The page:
Contralateral HPAs were observed in 26 (72.2%) cases. In 16 cases, a single HPA was detected, and in 10 cases, multiples HPAs (Table 1) were found. They occurred in seven (50%) of 14 mTLE cases with HS, in six (85.7%) of seven mTLE cases without HS, in six (85.7%) of seven latTLE cases, and in seven (87.5%) of eight extratemporal epilepsies. The difference in frequency between the HS group and the rest of the population is close to significance (χ2, p = 0.068). The occurrence of either single or multiple contralateral HPAs was unrelated to the location of the SOZ.
In 25 of the 26 cases, the contralateral HPA, or at least one when several were present, was symmetrical to the lobe containing the main HPA, and 20 were mirror images.
In mTLE cases with HS, a mirror image was observed in six of the seven cases of contralateral HPA, mainly in the anteromesial area, corresponding globally to 35.7% of all HS cases. In cases of mTLE without HS, contralateral HPAs were located almost exclusively in the mesial part of the temporal lobe corresponding to a mirror image in five of six cases. The proportion of patients with a mirror image (71.4%) was particularly high in this subgroup. For patients with latTLE foci, mirror images were observed in four of seven cases, representing 57.1% of the population. When the SOZ was extratemporal, contralateral HPAs were seen in seven of eight cases (multiple in six cases) and included a mirror image in five of seven cases, or 62.5% of the eight extratemporal epilepsies. In all frontal lobe epilepsies, contralateral HPAs were present in the opposite lobe and formed a mirror image in two of three patients. They were present in two cases with central sulcus focuses but were asymmetrical in one case. A mirror image was observed in two of three temporoparietooccipital junction epilepsies.
Nonsymmetrical contralateral HPAs (cases 2, 11, and 16 of mTLE, cases 27 and 28 of latTLE, cases 29, 30, 32, 33, and 35 of extratemporal epilepsy) were never unique and were associated with a lobar symmetrical contralateral HPA in all cases but one (patient 32), and with a mirror image in all mTLEs, one of two latTLEs (patient 28), and three of five extratemporal cases (patients 29, 33, and 35).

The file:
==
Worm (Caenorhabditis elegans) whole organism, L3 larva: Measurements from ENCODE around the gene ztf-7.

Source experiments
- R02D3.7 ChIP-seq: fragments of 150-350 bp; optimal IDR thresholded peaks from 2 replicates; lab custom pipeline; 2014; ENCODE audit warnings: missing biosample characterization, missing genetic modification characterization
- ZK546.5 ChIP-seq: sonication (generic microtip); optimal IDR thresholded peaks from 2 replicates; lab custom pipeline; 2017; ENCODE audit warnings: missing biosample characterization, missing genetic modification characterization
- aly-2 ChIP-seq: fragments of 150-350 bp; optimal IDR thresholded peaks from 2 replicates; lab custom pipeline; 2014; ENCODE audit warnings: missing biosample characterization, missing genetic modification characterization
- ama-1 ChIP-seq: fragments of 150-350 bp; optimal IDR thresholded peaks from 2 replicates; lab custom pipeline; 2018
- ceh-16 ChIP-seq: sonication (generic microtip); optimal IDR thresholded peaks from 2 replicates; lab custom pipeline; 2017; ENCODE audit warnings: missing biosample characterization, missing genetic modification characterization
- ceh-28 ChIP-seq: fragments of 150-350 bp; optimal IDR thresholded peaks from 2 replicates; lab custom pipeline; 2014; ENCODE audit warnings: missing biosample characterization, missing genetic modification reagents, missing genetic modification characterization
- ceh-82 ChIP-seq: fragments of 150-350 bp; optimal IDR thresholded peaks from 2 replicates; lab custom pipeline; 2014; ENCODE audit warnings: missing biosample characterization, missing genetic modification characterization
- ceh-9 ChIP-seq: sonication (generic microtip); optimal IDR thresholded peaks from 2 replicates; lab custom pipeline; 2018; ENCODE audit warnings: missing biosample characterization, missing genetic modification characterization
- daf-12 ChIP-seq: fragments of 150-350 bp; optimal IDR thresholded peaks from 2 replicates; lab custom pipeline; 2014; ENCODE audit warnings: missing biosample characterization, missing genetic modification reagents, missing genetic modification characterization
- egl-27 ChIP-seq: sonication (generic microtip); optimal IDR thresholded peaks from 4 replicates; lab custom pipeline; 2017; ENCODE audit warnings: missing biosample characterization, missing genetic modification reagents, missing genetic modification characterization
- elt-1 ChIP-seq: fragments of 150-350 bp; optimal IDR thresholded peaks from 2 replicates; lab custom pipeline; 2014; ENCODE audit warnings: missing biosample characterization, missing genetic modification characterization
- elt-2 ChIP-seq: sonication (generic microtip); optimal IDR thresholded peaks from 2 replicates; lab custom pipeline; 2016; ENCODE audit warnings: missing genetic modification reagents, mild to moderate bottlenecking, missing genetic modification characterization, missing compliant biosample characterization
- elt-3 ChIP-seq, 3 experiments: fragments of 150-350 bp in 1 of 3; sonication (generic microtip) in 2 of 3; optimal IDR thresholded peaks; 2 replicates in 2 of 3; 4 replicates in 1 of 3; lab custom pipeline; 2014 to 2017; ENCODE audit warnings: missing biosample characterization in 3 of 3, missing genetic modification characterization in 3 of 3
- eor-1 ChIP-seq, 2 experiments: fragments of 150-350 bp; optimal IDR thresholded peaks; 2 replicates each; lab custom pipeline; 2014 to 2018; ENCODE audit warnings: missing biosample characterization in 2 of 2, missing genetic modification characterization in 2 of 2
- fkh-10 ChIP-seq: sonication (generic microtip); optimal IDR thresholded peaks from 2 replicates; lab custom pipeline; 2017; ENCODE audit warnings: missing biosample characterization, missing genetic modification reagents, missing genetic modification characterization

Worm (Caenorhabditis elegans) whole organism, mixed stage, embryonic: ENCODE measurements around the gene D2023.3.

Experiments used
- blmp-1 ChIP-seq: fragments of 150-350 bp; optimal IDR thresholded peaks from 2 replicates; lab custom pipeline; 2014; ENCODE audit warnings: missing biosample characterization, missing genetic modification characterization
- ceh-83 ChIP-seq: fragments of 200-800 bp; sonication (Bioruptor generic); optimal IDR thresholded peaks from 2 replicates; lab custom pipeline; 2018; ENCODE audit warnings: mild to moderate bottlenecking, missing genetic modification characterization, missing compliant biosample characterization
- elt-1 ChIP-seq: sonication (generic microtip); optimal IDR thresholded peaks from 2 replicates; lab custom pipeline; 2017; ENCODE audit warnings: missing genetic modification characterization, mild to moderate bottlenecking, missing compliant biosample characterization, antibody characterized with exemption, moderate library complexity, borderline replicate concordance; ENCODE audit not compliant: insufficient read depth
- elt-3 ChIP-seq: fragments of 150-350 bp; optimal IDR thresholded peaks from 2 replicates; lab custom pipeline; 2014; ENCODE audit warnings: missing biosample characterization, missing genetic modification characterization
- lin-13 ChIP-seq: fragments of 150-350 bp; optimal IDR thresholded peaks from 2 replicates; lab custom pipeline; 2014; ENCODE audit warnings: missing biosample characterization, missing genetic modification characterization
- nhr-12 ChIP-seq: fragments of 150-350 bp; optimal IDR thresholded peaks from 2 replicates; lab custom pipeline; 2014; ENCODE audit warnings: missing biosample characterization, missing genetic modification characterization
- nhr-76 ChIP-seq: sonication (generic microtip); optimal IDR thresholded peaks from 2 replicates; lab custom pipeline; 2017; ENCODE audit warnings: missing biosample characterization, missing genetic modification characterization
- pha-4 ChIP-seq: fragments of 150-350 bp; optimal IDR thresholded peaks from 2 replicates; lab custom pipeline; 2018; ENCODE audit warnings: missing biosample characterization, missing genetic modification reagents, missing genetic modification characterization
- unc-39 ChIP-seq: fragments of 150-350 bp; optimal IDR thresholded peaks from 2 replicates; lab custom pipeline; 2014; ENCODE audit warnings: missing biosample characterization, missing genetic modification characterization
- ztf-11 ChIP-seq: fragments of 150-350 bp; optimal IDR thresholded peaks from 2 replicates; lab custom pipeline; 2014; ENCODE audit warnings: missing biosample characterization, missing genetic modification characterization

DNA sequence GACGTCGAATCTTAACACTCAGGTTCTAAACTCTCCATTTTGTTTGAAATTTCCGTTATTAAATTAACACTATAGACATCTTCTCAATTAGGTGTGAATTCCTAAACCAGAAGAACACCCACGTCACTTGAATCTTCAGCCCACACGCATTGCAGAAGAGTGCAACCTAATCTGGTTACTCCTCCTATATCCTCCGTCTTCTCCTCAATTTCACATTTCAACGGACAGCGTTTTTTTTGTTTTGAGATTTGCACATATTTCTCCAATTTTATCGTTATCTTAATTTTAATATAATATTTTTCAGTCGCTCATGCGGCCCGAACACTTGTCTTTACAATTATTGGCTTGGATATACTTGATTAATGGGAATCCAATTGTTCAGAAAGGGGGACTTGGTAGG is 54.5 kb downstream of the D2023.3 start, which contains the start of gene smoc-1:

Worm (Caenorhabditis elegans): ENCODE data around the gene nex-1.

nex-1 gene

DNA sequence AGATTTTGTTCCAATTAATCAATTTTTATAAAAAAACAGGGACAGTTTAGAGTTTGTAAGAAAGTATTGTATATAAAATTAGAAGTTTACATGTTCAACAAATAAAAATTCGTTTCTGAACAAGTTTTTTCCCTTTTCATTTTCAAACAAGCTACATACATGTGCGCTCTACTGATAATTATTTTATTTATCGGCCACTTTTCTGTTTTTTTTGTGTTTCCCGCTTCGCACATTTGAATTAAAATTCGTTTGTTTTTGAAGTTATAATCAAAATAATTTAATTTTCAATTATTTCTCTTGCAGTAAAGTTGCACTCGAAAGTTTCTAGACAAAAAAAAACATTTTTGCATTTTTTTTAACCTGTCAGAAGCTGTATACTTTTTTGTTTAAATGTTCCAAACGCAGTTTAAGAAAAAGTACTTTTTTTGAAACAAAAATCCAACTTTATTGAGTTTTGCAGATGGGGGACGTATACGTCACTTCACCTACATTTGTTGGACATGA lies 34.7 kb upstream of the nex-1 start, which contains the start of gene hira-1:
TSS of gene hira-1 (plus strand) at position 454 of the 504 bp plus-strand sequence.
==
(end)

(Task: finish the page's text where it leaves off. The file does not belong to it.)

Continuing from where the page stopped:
A contralateral HPA was sometimes symmetrical to an accessory HPA rather than the main HPA (n = 3). In one latTLE (patient 27), it was located symmetrically in the contralateral lobe. In two other cases, one mTLE with HS (patient 2) and one frontal lobe epilepsy (patient 29), the contralateral HPA was located outside the lobe homotopic to the SOZ, whereas a mirror image existed among the other contralateral HPAs.
Correlation with electroclinical parameters
We found no correlation between the occurrence of contralateral HPAs and multiple factors including the injection delay, whether absolute or relative to the seizure duration (t test, p = 0.98 and 0.24, respectively), the seizure duration (t test, p = 0.18), the seizure type (aura or loss of contact or secondary generalization), or the duration of the epilepsy (t test, p = 0.10). Further, contralateral HPAs were not correlated with the existence of an accessory ipsilateral HPA (χ2, p = 0.93) or the intensity of the main ipsilateral HPA (t test, p = 0.11). The existence of such a contralateral HPA did not significantly influence the postoperative outcome. Contralateral HPAs were detected in 15 of the 21 operated patients that were free from disabling seizures (class I of Engel's classification) after surgery. In the eight patients that were not seizure free, contralateral HPAs were observed in seven cases (corrected χ2, p = 0.68; NS).
No correlation existed between the occurrence of contralateral HPAs and a contralateral seizure discharge in the scalp EEG during the 30 s after tracer injection. The correct lateralization of the seizure explored with SPECT was confirmed by EEG. Intracranial records were made from the cortical area symmetrical to the SOZ in a single patient in whom a bitemporal epilepsy was suspected (patient 11). In this case, ictal activity consistently propagated to the contralateral mesiotemporal region within the 30 s after seizure onset, and a mirror image was evident in the ictal SPECT. Records of ictal activity did not reveal cases of multiple SOZ, whether corresponding to secondary epileptogenesis or not, except in one case. The sole bitemporal case of this series (patient 14) consisted of a focus associated with a unilateral HS and a polar asymmetrical temporal contralateral focus. No chronologic information suggested a secondary epileptogenic focus. The ictal SPECT of this patient (exploring a seizure that originated from the side containing the HS according to scalp EEG recording) revealed a mirror image.
Influence of mirror images on ictal SPECT interpretation
We next asked whether mirror images might help interpret the ictal SPECT.
1Mirror images confirmed the location of the focus in 11 cases, mainly mTLE cases (in Fig. 1: patients 5 and 22).